Guest bloggers: Co-campaign managers for the Fernbird, Kent Xie and Michael Coote
We strongly advocate for the Fernbird (Bowdleria punctata to science, Matata, Kotata or Toetoe to Maori, and swamp sparrow to early European settlers) to be elected Forest & Bird’s Bird of the Year.
This endemic, once widespread and abundant bird of wetlands and low tangled scrub urgently deserves more public attention.
About 18 cm in length, the fernbird is rich brown above, paler below, and heavily streaked and spotted dark brown over the throat and breast. The forehead and crown are chestnut and there is a white eyebrow stripe. Half of the bird’s length is made up of frayed-looking brown tail feathers, which it droops characteristically when in flight.
Although the fernbird is known as a weak flier, juveniles do travel (not a great distance) to set up new territories.
Fernbirds live in pairs and from their dense scrub habitat typically call out to each other in a duet, making a high-pitched, metallic “u-u-u tic, tic” sound.
“It’s one of the most beautiful bird calls I can ever imagine,” recalled Matuku Reserve’s Ranger John Staniland (also chairman of F&B Waitakere) of his amazing experience from the Bethells Swamp boardwalk.
“I stood right in the middle between a pair of fernbirds calling out to each other from either side,” he said. “It was such a sensational synchronised duet!”
The fernbird mainly feeds on small insects and both parents feed the chicks.
It is a shy and secretive bird, but this habit of hiding away from threats is probably what has enabled it to survive against horrendous odds where other New Zealand endemic bird species have fallen by the wayside. Sadly its Chatham Islands cousin Bowdleria rufescens is believed to have become extinct around 1900 thanks to bird collecting and habitat destruction.
Although given to hiding, fernbirds are naturally curious and when you click small stones together or mimic their high pitched calling sound in their habitat, they will often poke their heads out of the scrub to have a look and then quickly disappear again.
Maori knew the fernbird as “the wise bird” because of it’s ability to warn them about impending troubles or foretell good fortune depending on how its cry changed (nzbirds.com).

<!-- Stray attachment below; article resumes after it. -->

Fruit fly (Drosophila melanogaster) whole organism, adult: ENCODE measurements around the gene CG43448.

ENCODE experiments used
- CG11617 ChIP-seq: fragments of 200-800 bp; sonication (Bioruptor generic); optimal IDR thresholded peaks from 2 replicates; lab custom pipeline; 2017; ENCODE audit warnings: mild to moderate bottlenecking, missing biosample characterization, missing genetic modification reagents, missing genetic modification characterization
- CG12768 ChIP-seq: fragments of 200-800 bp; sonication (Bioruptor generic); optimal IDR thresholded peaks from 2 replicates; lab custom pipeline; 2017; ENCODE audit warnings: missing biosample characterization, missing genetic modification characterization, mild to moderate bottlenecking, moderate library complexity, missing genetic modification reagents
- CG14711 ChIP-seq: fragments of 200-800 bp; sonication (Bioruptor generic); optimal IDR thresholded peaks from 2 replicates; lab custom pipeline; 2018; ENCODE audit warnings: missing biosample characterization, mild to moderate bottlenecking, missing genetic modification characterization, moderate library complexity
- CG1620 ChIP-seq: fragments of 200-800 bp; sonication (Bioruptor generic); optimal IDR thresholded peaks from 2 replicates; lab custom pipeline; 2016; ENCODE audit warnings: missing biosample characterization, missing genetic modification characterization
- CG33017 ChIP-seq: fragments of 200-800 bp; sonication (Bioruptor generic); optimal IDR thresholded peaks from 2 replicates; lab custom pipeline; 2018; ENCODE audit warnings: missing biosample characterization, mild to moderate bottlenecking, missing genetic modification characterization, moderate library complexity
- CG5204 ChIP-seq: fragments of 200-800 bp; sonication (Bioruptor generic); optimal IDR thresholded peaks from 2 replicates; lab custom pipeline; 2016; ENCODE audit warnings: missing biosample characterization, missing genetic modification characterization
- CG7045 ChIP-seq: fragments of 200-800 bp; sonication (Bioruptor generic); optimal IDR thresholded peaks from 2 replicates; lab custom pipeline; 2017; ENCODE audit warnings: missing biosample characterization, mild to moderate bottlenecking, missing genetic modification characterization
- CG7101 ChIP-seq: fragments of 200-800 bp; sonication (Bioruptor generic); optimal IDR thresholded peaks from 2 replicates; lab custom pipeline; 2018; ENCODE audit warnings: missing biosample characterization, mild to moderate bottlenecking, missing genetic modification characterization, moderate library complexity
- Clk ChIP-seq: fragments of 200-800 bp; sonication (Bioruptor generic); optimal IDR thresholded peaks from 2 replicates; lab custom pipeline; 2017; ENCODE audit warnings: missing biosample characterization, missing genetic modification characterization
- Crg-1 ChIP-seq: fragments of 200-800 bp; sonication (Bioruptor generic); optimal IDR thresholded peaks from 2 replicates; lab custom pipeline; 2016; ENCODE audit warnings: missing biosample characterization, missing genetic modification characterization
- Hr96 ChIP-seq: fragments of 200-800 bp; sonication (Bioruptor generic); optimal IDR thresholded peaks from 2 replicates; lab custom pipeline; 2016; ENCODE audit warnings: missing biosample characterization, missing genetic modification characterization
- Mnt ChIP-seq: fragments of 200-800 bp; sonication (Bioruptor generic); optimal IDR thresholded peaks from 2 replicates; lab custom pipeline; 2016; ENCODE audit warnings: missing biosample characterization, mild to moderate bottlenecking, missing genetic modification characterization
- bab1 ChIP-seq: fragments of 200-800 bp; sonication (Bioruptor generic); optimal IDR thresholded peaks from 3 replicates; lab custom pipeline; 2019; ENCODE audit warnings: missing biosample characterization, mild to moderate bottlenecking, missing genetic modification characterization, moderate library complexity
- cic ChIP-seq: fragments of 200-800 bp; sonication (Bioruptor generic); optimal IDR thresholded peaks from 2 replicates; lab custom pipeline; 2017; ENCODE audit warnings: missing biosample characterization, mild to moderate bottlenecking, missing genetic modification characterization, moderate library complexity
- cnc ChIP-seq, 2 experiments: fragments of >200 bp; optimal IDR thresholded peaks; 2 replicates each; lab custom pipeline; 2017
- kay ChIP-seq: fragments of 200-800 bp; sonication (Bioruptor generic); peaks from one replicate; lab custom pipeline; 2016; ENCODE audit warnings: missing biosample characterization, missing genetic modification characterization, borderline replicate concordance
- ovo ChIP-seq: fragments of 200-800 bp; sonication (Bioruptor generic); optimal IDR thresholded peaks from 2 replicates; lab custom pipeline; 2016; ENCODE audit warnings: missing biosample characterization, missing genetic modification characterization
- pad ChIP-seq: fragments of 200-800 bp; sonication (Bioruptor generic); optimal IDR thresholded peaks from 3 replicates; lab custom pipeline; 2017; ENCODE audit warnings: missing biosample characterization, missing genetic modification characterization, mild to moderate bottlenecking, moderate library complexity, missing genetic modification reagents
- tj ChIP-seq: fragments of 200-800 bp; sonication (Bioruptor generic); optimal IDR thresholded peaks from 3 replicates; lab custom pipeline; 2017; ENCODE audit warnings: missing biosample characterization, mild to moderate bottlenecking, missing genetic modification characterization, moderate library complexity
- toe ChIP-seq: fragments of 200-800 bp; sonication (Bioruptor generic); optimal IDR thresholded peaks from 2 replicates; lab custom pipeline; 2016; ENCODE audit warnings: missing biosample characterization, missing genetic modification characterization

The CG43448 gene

We owe the fernbird a huge debt of gratitude because when government land was being transferred to the then new Department of Conservation, fernbird presence was often the one criterion that allowed wetlands to be conserved.
Nearly 90% of New Zealand’s wetland area has been lost since the early 1800s, and many remaining lakes and wetlands are degraded from the effects of farming: burning, wetland drainage, chemical spraying, and fertiliser runoff from surrounding farmland.
Voting for the fernbird as Bird of the Year is more than just about a bird, it’s about raising public awareness of the unique conservation values of the fragile wetland environments the fernbird lives in.
Putting the spotlight on the fernbird for once could attract much needed attention to wetland protection and restoration. This kind of conservation activity has seldom been seen as glamorous like Kauri forest regeneration, Kakapo breeding, Kiwi monitoring, Kokako releasing, etc.
So let the fernbird have a go at becoming Bird of the Year and the mascot for wetland conservation.
From Kaitaia to Stewart Island, every F&B branch surely has threatened wetlands or low scrublands in its area, meaning every branch is likely to have fernbirds dwelling on its patch.
Vote the fernbird for “Bird of the Year” so we can honour this distinctive endemic species, attract more attention to wetland restoration, and save the threatened fernbird’s habitat before it’s too late!
Kent Xie and Michael Coote